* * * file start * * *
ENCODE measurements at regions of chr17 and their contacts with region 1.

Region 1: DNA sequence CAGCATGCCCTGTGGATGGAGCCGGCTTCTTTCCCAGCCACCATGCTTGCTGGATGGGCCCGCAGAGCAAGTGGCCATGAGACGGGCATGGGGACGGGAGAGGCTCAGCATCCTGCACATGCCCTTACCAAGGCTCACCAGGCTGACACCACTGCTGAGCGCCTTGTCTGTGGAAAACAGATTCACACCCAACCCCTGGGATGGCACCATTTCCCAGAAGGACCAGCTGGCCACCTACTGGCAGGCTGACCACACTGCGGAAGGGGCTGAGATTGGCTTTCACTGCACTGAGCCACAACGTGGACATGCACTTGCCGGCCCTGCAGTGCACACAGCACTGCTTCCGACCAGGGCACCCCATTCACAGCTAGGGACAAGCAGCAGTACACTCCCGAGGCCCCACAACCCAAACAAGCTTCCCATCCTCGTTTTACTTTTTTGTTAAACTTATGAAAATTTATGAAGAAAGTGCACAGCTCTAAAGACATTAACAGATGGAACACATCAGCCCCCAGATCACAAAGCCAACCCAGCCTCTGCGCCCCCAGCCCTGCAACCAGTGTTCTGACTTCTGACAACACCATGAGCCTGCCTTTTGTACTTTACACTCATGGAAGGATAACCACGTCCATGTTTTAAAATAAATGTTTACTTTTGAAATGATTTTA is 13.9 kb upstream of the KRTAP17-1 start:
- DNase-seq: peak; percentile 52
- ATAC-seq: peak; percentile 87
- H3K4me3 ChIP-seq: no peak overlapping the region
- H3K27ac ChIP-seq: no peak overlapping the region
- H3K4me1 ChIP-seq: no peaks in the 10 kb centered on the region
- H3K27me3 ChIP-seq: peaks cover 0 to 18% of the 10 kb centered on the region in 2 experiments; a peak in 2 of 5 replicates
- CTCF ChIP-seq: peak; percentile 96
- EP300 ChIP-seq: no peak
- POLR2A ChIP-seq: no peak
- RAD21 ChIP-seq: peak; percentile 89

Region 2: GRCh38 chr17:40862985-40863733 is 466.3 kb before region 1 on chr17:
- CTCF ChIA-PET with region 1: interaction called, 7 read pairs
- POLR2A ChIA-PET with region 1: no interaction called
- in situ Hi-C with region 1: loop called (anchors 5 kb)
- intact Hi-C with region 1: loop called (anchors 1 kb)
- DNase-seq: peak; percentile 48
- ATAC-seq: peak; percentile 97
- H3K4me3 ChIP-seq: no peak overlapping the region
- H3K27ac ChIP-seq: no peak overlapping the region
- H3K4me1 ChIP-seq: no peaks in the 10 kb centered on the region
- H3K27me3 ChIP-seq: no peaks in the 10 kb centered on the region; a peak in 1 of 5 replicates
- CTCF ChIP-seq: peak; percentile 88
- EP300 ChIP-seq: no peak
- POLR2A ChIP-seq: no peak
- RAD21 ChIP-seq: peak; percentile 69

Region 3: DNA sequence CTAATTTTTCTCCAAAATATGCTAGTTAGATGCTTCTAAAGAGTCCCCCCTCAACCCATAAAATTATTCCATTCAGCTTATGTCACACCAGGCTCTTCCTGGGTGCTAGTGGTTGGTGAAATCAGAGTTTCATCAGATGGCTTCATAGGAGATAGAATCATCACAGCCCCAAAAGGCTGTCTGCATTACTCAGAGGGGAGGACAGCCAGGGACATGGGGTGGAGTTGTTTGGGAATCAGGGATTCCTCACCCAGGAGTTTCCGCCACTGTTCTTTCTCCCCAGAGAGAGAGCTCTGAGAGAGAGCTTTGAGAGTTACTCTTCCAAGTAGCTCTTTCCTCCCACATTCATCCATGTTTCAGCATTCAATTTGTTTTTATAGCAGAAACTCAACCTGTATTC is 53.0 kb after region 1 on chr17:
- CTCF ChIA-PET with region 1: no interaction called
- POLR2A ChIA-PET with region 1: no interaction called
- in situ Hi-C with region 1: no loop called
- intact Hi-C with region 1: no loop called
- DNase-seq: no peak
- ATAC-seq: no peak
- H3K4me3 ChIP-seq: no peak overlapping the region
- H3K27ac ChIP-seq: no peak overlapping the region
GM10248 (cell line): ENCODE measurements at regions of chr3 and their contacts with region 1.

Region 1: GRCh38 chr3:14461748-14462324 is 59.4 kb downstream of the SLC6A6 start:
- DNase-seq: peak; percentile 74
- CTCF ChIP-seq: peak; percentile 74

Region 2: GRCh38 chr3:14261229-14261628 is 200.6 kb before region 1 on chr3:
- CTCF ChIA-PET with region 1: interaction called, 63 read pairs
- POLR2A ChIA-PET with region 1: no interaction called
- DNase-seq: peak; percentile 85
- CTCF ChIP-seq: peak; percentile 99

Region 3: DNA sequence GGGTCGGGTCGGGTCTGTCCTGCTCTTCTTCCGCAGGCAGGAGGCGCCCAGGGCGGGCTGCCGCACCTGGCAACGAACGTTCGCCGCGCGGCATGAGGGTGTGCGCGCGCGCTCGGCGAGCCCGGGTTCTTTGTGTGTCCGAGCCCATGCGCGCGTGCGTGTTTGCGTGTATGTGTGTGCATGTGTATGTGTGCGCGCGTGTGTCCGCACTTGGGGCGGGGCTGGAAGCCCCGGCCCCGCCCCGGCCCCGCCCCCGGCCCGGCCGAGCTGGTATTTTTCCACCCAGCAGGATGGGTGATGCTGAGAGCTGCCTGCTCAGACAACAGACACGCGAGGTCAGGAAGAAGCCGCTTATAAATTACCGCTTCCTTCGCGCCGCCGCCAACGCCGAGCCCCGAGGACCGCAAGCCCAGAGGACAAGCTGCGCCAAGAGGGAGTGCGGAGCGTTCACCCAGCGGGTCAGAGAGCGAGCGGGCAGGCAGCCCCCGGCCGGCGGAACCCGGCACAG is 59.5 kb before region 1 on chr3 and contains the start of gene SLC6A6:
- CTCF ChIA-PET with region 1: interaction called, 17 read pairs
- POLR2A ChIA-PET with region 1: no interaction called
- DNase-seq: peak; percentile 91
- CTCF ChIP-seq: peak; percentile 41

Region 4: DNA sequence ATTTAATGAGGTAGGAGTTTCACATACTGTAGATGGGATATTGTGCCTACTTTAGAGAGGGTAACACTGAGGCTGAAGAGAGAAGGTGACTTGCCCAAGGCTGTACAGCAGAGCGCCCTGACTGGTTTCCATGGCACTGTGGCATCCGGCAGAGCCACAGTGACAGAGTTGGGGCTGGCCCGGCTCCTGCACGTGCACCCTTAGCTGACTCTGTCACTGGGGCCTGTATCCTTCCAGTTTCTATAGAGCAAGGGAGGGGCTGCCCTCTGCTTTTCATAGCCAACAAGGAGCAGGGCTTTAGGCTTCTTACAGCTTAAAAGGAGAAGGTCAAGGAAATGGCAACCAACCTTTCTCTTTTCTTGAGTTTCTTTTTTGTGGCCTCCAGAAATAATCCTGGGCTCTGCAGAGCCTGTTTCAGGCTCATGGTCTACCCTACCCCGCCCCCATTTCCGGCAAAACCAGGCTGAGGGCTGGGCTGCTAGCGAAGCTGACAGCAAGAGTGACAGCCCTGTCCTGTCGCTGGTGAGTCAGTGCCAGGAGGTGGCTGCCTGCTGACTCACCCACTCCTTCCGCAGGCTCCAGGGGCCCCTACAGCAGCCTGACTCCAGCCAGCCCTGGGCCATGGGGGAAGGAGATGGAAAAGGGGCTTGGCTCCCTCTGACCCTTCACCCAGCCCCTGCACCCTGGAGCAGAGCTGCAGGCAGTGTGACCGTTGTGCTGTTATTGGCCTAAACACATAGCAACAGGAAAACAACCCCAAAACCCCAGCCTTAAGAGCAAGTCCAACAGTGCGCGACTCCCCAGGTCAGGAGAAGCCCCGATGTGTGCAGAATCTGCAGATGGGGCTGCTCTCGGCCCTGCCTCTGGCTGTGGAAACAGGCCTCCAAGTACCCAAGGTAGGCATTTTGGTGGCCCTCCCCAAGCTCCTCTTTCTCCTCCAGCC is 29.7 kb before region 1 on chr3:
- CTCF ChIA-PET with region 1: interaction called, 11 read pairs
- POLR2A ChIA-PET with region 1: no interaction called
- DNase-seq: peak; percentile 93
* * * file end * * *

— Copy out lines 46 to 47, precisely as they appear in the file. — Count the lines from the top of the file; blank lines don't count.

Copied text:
Region 3: DNA sequence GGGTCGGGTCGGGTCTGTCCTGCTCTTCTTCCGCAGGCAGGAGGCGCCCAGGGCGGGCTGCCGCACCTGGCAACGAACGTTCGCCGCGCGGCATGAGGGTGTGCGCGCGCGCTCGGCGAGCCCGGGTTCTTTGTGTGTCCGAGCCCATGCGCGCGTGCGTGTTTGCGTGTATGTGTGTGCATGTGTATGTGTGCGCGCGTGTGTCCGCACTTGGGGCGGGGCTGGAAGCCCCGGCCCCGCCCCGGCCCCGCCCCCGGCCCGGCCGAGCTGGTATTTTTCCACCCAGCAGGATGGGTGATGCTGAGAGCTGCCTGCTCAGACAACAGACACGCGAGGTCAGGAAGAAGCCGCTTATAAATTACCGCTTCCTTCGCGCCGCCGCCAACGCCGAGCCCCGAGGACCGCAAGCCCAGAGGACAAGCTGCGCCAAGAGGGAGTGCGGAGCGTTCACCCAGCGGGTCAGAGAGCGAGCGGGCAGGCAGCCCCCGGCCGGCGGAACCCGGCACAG is 59.5 kb before region 1 on chr3 and contains the start of gene SLC6A6:
- CTCF ChIA-PET with region 1: interaction called, 17 read pairs